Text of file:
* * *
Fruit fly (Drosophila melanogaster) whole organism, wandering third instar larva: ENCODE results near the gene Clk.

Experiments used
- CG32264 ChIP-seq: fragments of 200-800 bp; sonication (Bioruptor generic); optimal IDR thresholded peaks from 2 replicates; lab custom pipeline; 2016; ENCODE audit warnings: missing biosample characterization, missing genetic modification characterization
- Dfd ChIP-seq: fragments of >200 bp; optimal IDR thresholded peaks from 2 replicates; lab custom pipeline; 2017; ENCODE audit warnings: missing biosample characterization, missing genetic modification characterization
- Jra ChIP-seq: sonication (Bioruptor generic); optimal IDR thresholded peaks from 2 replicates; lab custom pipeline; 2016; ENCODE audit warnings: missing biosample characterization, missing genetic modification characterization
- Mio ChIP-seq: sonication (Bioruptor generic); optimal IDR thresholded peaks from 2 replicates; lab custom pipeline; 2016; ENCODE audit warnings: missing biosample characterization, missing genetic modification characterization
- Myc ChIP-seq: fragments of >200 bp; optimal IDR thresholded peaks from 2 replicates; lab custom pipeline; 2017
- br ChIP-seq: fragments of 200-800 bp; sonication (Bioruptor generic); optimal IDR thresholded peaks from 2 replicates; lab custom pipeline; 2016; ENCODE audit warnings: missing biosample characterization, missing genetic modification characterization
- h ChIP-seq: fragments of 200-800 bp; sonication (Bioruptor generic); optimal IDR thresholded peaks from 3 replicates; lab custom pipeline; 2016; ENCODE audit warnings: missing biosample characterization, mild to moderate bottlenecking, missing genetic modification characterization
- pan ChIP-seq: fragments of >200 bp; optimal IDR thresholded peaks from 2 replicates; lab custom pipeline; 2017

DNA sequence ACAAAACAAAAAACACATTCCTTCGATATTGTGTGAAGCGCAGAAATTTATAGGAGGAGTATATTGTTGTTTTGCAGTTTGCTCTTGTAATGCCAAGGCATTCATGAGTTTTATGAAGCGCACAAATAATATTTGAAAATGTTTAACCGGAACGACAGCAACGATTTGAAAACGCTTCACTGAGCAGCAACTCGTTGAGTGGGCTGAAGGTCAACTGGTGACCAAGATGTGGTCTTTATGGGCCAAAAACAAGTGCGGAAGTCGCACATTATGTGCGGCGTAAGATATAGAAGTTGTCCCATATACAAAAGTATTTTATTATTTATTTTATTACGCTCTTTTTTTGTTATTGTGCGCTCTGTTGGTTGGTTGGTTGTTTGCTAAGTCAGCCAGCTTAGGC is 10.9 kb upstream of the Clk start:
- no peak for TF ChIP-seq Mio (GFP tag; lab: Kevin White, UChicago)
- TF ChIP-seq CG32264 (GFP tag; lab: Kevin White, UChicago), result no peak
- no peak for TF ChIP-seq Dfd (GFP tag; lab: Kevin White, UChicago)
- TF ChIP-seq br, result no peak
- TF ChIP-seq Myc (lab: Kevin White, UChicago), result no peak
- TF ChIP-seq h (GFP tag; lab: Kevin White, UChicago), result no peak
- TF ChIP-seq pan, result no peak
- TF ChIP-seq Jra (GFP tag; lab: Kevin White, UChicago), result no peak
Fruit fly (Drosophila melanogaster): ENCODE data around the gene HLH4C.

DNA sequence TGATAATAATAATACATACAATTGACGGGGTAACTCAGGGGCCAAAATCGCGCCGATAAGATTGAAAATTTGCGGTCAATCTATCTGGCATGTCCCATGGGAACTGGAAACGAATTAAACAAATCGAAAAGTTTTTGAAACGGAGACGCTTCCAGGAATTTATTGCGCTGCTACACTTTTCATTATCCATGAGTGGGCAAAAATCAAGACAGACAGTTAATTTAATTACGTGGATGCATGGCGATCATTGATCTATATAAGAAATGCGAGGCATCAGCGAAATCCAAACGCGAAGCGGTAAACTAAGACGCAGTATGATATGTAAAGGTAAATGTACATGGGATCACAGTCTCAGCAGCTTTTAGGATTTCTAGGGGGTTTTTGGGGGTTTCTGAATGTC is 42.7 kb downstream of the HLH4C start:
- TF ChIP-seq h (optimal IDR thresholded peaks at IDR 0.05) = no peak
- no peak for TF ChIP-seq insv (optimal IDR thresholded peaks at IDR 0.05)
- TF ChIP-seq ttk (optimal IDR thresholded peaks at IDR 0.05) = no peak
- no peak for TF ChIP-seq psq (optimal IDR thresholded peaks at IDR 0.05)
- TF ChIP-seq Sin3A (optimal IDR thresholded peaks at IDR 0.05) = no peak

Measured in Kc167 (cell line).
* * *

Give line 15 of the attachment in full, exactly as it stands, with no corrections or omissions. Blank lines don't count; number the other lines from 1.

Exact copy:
- TF ChIP-seq br, result no peak